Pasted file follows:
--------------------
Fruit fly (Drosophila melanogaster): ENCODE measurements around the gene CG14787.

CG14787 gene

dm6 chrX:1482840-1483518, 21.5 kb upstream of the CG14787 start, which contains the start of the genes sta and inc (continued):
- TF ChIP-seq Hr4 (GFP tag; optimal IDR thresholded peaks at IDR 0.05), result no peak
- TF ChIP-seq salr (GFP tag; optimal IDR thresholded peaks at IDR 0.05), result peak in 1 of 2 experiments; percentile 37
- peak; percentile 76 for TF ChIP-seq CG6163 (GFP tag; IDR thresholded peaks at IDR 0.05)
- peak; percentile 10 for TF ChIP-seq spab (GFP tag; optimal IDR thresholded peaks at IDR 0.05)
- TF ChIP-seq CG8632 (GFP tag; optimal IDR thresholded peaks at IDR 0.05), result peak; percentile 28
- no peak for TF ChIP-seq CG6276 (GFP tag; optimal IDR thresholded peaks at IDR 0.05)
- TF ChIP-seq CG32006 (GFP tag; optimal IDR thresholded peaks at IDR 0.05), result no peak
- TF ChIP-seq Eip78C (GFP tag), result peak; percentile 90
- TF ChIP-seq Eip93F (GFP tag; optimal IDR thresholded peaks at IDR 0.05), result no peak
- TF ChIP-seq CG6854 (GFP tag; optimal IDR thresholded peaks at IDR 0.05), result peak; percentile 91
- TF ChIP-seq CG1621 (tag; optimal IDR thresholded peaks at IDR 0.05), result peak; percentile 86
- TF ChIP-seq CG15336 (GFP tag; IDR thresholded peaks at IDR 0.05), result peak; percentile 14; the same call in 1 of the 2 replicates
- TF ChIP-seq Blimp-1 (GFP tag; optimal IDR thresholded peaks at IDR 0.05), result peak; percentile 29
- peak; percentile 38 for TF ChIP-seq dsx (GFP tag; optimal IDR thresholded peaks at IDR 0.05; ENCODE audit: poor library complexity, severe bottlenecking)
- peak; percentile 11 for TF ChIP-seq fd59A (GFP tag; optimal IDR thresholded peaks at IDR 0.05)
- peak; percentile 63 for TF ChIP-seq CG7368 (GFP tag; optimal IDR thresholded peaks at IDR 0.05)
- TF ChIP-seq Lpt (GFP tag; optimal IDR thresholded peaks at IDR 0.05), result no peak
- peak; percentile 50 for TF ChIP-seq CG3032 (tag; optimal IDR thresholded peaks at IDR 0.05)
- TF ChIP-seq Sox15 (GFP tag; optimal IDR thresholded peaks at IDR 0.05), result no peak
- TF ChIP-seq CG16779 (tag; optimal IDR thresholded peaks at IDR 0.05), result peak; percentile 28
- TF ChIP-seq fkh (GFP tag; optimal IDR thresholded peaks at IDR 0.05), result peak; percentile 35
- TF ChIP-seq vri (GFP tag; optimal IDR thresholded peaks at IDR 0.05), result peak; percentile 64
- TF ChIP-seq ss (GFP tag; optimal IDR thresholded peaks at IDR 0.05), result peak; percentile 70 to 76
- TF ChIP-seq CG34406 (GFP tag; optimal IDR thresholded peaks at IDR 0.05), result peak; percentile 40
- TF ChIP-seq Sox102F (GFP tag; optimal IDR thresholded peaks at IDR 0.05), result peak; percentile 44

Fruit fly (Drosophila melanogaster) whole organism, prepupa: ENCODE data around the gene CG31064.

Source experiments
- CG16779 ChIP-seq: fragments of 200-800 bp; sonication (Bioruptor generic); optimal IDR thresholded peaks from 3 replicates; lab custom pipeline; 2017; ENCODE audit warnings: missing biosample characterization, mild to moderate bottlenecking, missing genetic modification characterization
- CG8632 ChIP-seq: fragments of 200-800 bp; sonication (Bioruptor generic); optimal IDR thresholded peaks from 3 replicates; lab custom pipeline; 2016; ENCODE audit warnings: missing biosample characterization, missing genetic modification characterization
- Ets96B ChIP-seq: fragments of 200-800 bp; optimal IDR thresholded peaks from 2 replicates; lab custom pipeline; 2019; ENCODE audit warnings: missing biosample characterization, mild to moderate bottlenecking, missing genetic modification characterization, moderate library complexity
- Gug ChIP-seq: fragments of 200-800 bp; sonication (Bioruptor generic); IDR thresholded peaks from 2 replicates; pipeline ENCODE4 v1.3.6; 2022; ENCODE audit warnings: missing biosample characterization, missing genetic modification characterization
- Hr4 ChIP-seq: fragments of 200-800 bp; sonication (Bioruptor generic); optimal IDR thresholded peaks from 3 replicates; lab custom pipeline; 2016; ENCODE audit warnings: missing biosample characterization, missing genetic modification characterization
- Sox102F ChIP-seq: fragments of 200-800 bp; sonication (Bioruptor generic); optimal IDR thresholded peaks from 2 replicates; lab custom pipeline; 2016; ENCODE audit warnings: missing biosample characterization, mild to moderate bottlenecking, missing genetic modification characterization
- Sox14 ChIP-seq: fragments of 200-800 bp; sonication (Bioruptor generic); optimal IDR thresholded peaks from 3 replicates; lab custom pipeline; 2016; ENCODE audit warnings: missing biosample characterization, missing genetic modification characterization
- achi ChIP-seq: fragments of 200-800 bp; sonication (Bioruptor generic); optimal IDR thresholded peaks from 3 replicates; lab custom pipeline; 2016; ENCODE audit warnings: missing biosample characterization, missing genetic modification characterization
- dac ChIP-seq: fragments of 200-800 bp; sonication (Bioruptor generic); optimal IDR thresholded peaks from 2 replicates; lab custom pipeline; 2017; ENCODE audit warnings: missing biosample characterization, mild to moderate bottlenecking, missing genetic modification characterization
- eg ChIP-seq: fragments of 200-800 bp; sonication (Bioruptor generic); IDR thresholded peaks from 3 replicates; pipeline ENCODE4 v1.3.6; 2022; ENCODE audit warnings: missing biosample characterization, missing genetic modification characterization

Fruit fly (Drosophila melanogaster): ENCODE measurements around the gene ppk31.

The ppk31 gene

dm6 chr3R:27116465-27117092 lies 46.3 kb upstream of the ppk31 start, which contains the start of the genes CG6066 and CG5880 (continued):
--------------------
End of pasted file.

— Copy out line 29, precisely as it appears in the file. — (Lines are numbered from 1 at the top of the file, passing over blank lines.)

Fruit fly (Drosophila melanogaster) whole organism, prepupa: ENCODE data around the gene CG31064.